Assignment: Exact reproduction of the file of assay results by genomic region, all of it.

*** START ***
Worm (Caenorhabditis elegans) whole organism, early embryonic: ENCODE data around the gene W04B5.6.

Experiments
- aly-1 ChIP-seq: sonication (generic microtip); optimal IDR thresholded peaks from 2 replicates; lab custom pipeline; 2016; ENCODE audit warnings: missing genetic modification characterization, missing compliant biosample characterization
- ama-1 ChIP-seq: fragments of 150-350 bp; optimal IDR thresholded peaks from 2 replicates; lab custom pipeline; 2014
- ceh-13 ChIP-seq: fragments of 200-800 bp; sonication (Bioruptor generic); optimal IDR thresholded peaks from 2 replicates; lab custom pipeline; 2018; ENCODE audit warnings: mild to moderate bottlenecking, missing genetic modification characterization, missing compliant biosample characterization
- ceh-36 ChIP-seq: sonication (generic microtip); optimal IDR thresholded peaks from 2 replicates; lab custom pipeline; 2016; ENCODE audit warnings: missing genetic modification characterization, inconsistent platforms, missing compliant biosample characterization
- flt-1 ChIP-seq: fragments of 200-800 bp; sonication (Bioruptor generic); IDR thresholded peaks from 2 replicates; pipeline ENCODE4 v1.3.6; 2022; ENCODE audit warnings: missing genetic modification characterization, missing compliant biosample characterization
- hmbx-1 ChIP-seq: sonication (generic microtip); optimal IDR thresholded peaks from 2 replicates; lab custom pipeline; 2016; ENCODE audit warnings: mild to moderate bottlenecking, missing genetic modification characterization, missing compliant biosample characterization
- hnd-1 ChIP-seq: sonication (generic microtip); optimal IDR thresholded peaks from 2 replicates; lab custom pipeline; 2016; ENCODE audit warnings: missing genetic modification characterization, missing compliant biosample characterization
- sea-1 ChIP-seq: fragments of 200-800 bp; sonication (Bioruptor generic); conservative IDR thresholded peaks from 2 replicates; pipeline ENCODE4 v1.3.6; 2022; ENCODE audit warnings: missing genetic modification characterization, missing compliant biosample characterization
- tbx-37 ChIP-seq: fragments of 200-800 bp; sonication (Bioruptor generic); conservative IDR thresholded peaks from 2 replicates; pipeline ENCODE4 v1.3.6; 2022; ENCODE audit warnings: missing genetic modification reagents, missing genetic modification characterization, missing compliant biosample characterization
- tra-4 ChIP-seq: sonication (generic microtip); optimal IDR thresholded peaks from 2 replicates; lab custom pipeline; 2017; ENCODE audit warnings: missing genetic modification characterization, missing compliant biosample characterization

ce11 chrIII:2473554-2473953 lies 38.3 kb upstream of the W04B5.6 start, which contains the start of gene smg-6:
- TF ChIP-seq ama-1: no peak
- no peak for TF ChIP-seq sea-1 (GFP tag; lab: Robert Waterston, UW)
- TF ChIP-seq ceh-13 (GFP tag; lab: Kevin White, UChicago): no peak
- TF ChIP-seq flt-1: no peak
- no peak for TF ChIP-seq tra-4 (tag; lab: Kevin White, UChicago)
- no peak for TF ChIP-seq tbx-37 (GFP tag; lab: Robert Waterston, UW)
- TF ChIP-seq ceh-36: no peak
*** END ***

Worm (Caenorhabditis elegans) whole organism, early embryonic: ENCODE data around the gene W04B5.6.

Experiments
- aly-1 ChIP-seq: sonication (generic microtip); optimal IDR thresholded peaks from 2 replicates; lab custom pipeline; 2016; ENCODE audit warnings: missing genetic modification characterization, missing compliant biosample characterization
- ama-1 ChIP-seq: fragments of 150-350 bp; optimal IDR thresholded peaks from 2 replicates; lab custom pipeline; 2014
- ceh-13 ChIP-seq: fragments of 200-800 bp; sonication (Bioruptor generic); optimal IDR thresholded peaks from 2 replicates; lab custom pipeline; 2018; ENCODE audit warnings: mild to moderate bottlenecking, missing genetic modification characterization, missing compliant biosample characterization
- ceh-36 ChIP-seq: sonication (generic microtip); optimal IDR thresholded peaks from 2 replicates; lab custom pipeline; 2016; ENCODE audit warnings: missing genetic modification characterization, inconsistent platforms, missing compliant biosample characterization
- flt-1 ChIP-seq: fragments of 200-800 bp; sonication (Bioruptor generic); IDR thresholded peaks from 2 replicates; pipeline ENCODE4 v1.3.6; 2022; ENCODE audit warnings: missing genetic modification characterization, missing compliant biosample characterization
- hmbx-1 ChIP-seq: sonication (generic microtip); optimal IDR thresholded peaks from 2 replicates; lab custom pipeline; 2016; ENCODE audit warnings: mild to moderate bottlenecking, missing genetic modification characterization, missing compliant biosample characterization
- hnd-1 ChIP-seq: sonication (generic microtip); optimal IDR thresholded peaks from 2 replicates; lab custom pipeline; 2016; ENCODE audit warnings: missing genetic modification characterization, missing compliant biosample characterization
- sea-1 ChIP-seq: fragments of 200-800 bp; sonication (Bioruptor generic); conservative IDR thresholded peaks from 2 replicates; pipeline ENCODE4 v1.3.6; 2022; ENCODE audit warnings: missing genetic modification characterization, missing compliant biosample characterization
- tbx-37 ChIP-seq: fragments of 200-800 bp; sonication (Bioruptor generic); conservative IDR thresholded peaks from 2 replicates; pipeline ENCODE4 v1.3.6; 2022; ENCODE audit warnings: missing genetic modification reagents, missing genetic modification characterization, missing compliant biosample characterization
- tra-4 ChIP-seq: sonication (generic microtip); optimal IDR thresholded peaks from 2 replicates; lab custom pipeline; 2017; ENCODE audit warnings: missing genetic modification characterization, missing compliant biosample characterization

ce11 chrIII:2473554-2473953 lies 38.3 kb upstream of the W04B5.6 start, which contains the start of gene smg-6:
- TF ChIP-seq ama-1: no peak
- no peak for TF ChIP-seq sea-1 (GFP tag; lab: Robert Waterston, UW)
- TF ChIP-seq ceh-13 (GFP tag; lab: Kevin White, UChicago): no peak
- TF ChIP-seq flt-1: no peak
- no peak for TF ChIP-seq tra-4 (tag; lab: Kevin White, UChicago)
- no peak for TF ChIP-seq tbx-37 (GFP tag; lab: Robert Waterston, UW)
- TF ChIP-seq ceh-36: no peak